For the past week or two I have noticed Pedro doing something different on our walks. Normally the little guy runs outside when I get home and takes the longest “chi pee” ever (there is always a wee wee pad in the house for an emergency). But lately instead of letting it all go at once, I noticed he has been peeing here and there and back here again…o and I forgot over there too.
After what seemed like endless amounts of pee coming out of this little chihuahua I decided to do a little “digging” into what the heck was this new phenomenon going on and I realized Pedro was marking his territory.
As we all know, dog noses are so much more advanced than the nose of a human. To give you more of a perspective, the average dog has 200 to 250 million scent receptors in their nose, where humans have approximately 5 million scent receptors. From the smallest drop of urine a dog can learn that animal’s diet, health, sex, mental state and how social it is (friendly, dominant or submissive).
There are a few reasons why dogs scent mark their territory… like; when they are in heat, when a male senses a female in heat, if a new dog is in the area or anxiety. Scent Marking is usually done on vertical surface which is where we get the typical “dog peeing on a fire hydrant” image. Today Pedro peed on 3 lamp posts, a bush (that he always spends 10 min sniffing) and a tree. Dominant dogs will usually “pee over” or “over mark” the same spot where a more subordinate dog may have previously urinated. Which wows me because I think my Chi might be over marking the mastiff down the road… that little subordinate mastiff 🙂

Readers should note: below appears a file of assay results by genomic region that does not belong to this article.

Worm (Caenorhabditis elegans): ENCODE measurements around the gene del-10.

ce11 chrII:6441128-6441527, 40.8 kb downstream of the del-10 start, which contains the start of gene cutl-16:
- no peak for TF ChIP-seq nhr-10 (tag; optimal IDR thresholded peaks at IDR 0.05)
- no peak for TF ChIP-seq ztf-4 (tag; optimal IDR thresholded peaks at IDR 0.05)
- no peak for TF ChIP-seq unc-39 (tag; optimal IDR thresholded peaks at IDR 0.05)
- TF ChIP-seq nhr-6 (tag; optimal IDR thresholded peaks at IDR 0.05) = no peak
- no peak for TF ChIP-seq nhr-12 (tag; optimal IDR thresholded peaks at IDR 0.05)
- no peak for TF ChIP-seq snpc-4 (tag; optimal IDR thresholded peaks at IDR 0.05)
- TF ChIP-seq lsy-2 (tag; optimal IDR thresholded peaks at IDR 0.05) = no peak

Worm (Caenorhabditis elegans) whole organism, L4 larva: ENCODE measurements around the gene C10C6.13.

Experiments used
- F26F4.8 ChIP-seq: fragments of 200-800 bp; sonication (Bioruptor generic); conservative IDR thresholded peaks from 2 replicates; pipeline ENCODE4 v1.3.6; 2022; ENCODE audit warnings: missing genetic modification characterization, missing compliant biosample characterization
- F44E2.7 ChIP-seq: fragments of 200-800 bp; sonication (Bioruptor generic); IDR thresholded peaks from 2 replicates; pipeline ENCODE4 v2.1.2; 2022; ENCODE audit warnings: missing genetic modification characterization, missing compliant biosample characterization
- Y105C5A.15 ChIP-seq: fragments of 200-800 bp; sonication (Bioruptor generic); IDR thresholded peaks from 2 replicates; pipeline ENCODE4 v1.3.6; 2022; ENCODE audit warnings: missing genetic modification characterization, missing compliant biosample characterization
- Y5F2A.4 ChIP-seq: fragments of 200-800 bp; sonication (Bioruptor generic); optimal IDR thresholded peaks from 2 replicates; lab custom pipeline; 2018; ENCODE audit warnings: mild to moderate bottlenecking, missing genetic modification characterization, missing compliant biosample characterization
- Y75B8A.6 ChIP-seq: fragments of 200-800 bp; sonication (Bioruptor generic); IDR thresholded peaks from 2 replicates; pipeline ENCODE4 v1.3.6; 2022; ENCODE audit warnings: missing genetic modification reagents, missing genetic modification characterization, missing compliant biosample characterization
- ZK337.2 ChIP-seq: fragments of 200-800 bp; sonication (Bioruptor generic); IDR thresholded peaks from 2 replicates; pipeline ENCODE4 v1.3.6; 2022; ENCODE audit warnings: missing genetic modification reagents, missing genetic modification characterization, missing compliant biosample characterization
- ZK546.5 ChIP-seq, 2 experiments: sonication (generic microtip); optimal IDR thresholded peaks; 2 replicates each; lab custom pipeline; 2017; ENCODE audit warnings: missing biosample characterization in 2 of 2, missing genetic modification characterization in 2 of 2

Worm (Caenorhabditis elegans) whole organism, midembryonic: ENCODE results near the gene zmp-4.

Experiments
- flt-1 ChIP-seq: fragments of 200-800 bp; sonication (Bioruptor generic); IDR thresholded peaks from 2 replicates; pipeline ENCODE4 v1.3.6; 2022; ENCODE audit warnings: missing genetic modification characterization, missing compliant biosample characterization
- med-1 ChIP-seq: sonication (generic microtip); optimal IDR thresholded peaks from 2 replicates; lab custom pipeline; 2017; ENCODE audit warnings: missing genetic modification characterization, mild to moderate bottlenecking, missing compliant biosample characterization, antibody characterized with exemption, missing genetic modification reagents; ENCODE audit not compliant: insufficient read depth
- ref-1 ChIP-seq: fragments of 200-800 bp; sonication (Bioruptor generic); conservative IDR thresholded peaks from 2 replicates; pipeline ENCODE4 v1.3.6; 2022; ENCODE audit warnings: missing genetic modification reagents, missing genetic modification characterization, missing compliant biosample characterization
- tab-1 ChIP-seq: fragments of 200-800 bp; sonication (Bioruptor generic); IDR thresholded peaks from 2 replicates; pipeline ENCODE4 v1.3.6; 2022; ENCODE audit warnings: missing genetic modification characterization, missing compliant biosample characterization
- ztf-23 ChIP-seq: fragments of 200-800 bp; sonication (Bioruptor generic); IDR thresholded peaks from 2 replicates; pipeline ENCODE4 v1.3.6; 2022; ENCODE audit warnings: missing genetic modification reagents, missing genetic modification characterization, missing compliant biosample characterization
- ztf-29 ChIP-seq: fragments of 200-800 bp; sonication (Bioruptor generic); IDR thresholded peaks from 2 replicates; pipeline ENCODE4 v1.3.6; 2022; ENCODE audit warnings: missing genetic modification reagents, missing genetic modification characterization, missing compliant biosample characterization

A study I found quoted on www.pets.webmd.com said that “10 percent of the dogs who urine marked started the behavior at 3 months of age, 20 percent by 6 months, 40 percent by 12 months, 70 percent by 1½ years, and 90 percent before 2 years.” Pedro turned 3 in May, so I guess he is a little late to the game.
Scent Marking / Territory Marking is healthy as long as it is done outside. If your dog is marking in the house – you should take proper training steps immediately to prevent it from becoming a habit or call your Vet for tips. It is also important to keep an eye out for our little friends if they appear to be in pain when urinating or marking. If that is the case they might have a Urinary Tract Infection (UTI) – so talk to your Vet!
I tried to get a photo of Pedro in action, but he asked for some privacy 🙂